If you know someone who cannot read this information, but longs to, tell them to pick up the telephone and dial 576-7323 (READ).
The number is the new hotline of the Baltimore City Literacy Volunteer Corps, a service not only for those who want to learn to read, but also for those who want to volunteer as literacy teachers.
The hotline acts as an information and referral service and was created by Baltimore Reads, Inc. the non-profit partnership between Baltimore City and the United Way of Central Maryland. It is designed to relieve the various, and often understaffed, literacy centers in the area.
Members of the Senior Aide Program work at the hotline, taking interviews and offering information and referrals. The Senior Aide Program is sponsored by the Baltimore City Health Department, and its members have been specially trained as interviewers.
The hotline is in operation Monday through Friday from 9 a.m. to 5 p.m. At other times an answering machine takes call which are later returned.
Rachel Skolnik, volunteer coordinator for the hotline, says there are an estimated 200,000 adults in the city who cannot read the label of a medicine bottle, a street sign or a birthday card, but would like to learn.
The hotline will also help to make sure potential volunteers will be placed where they are most needed, she says. ''We need volunteers as tutors as well as classroom, library and computer lab aides, office workers and much more.''
One volunteer to the program is Lloyd Haag, who has lived in Baltimore for 35 years and says, ''I'm a city booster.''
Since February he has tutored at the Zion Church Literacy Group at 400 E. Lexington St., and says he loves it.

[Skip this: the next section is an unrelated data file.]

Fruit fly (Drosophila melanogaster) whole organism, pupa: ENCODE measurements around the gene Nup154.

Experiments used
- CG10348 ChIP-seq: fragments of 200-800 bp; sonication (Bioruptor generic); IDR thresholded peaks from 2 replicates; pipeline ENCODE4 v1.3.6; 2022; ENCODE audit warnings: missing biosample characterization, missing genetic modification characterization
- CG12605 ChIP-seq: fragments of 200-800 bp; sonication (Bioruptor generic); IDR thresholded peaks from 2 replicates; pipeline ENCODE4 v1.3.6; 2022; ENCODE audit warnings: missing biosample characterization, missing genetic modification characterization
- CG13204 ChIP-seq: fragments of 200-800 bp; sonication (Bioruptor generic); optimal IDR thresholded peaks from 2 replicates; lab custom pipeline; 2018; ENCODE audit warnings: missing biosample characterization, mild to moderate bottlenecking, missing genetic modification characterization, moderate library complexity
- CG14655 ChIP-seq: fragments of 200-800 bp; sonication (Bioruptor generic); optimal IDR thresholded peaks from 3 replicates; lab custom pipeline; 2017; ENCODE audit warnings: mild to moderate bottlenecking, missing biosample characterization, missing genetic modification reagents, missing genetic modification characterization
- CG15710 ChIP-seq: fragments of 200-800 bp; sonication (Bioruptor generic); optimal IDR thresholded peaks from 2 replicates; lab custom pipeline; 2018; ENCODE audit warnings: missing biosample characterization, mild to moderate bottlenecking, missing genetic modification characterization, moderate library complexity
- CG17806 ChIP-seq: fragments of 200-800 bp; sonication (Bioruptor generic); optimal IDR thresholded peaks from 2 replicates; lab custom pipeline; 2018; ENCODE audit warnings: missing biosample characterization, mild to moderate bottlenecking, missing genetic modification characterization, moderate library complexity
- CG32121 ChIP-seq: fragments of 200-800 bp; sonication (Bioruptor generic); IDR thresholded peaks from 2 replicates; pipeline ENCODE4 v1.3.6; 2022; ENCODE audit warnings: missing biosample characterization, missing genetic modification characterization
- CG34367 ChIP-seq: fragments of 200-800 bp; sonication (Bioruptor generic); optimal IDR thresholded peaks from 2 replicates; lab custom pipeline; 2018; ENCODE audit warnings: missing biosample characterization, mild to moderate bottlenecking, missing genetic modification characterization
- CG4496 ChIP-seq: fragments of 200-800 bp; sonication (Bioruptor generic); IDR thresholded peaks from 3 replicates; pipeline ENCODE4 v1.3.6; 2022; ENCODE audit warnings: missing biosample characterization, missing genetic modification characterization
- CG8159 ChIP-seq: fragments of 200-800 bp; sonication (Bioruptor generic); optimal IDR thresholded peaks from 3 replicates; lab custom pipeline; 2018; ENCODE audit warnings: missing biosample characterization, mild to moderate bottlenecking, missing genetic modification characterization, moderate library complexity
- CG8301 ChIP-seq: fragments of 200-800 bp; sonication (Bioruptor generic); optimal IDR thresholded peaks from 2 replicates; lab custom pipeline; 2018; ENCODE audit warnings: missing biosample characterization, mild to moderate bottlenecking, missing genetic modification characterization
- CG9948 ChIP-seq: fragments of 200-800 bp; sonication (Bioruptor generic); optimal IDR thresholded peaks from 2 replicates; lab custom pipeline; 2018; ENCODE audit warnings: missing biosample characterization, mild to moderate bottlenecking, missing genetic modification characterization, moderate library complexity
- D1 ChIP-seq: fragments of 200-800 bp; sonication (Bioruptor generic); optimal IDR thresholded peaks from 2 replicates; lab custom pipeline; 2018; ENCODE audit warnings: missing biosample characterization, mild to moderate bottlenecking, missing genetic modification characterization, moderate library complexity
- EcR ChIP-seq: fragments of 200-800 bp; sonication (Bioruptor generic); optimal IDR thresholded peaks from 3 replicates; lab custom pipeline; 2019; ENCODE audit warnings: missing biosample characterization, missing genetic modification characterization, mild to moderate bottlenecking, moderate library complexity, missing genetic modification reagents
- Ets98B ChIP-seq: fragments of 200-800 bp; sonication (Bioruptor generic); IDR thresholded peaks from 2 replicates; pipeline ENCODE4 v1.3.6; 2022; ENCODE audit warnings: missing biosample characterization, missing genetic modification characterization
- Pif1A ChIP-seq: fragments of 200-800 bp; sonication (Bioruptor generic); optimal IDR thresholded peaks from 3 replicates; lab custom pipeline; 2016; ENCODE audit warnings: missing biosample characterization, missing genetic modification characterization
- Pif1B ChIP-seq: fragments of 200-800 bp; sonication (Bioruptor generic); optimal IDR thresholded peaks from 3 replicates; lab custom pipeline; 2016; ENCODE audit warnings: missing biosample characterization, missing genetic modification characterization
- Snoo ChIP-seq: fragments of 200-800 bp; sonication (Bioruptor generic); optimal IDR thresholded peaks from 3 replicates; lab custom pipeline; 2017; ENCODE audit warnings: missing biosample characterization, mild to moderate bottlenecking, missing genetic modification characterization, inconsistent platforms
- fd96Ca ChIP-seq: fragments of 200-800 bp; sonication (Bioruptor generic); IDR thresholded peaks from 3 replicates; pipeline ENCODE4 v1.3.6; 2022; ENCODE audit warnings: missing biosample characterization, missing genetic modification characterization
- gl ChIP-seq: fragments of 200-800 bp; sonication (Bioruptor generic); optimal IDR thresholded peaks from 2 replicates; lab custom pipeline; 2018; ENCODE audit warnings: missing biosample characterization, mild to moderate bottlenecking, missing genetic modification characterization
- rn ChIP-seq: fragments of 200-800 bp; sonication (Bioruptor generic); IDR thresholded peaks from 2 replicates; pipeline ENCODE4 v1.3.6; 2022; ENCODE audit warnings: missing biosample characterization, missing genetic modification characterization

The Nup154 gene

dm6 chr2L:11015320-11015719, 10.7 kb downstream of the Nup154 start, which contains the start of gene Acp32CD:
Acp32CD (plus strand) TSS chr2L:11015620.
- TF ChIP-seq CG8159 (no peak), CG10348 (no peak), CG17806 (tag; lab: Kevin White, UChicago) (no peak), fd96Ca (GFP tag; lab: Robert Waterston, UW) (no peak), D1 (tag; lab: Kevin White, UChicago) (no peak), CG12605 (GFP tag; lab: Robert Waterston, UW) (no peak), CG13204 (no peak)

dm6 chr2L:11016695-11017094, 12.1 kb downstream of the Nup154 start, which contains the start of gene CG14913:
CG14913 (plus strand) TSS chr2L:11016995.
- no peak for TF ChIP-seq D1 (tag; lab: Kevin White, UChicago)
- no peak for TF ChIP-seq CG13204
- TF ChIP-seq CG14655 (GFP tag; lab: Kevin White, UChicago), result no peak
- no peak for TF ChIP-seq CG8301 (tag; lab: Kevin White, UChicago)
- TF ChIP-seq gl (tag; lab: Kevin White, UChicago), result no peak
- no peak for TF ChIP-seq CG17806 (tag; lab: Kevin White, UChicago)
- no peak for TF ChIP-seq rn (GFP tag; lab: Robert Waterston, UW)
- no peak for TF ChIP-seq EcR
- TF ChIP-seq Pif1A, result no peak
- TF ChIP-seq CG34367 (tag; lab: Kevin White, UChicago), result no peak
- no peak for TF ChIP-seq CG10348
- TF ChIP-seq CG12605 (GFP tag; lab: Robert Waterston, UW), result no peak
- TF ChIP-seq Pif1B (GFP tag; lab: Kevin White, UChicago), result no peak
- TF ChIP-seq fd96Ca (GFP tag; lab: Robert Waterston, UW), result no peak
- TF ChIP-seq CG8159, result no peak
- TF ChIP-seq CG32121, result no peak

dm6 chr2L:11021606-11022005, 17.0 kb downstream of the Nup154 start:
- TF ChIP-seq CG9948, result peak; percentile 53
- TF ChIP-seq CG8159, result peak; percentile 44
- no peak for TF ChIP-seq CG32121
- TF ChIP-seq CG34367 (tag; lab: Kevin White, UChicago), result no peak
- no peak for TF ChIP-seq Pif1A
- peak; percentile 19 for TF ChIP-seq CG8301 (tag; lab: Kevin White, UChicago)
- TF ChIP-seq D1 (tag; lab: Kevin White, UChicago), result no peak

His student, who is in his 30s, has a third-grade reading level and ''we work together once or twice each week. I feel very good about him," Mr. Haag says, adding, "he has done extremely well and he, too, seems very happy with his progress,''
Mr. Haag, who won't divulge his age except to joke that he is ''semi-retired and holding,'' is also a sailor. ''I've always sailed," he says. "And since I obtained my captain's license several years ago, I have operated a charter sailing service on my 36-foot sailboat the Simpatica, taking groups out for a day or several days.''
His wife Joan is a supervisor in speech and language therapy at Towson State University. They have three grown children.
The literacy program serves adults and out-of-school youths age 16 and over who want to read, write or learn English as a second language. Although the literacy centers in the program are all located in the city, anyone interested will be served.
Literacy centers are located in the following places: The New Community College of Baltimore, Harbor Campus, 600 E. Lombard St.; Office of Employment development, 417 E. Fayette St.; Enoch Pratt Free Library, 301 N. Broadway; Baltimore Reading Aides, 6200 Loch Raven Blvd.; The Baltimore Urban League, 322 N. Eutaw St.; Franciscan Center, 2212 Maryland Ave.; Greater Homewood Community Corp., 110 E. 33rd St.; H.E.A.L., 2100 McCulloh St.; The Learning Bank, 1223 W. Baltimore St.; The Learning Place Northwest, 2901 Druid Park Drive; MADAY, The Rotunda, 711 W. 40th St.; Northwest Baltimore Corp., 2319 W. Belvedere Ave.; Our Friends' Place, 775 W. Hamburg St.; Reach for Literacy, 4908 Liberty Heights Ave.; The Ripken Learning Center, 2435 N. Calvert St.; Saint Ambrose Outreach Center, 3445 Park Heights Ave.; St. Bernadine's Headstart, 3814 Edmondson Ave.; Saint Veronica's Damascus Education Center, 2920 Joseph Ave.; SECO, 10 S. Wolfe St.; South Baltimore Learning Corp., 28 E. Ostand St.; South-Southeast Development Corp., 100 S. Caroline St.; Spanish Apostolate, 10 S. Wolfe St.; Waverly Family Center, 901 Montpelier St.; Words for Life; 801 N. Broadway; York Road Council, 5210 York Road; and the Zion Literacy Group, 400 E. Lexington St.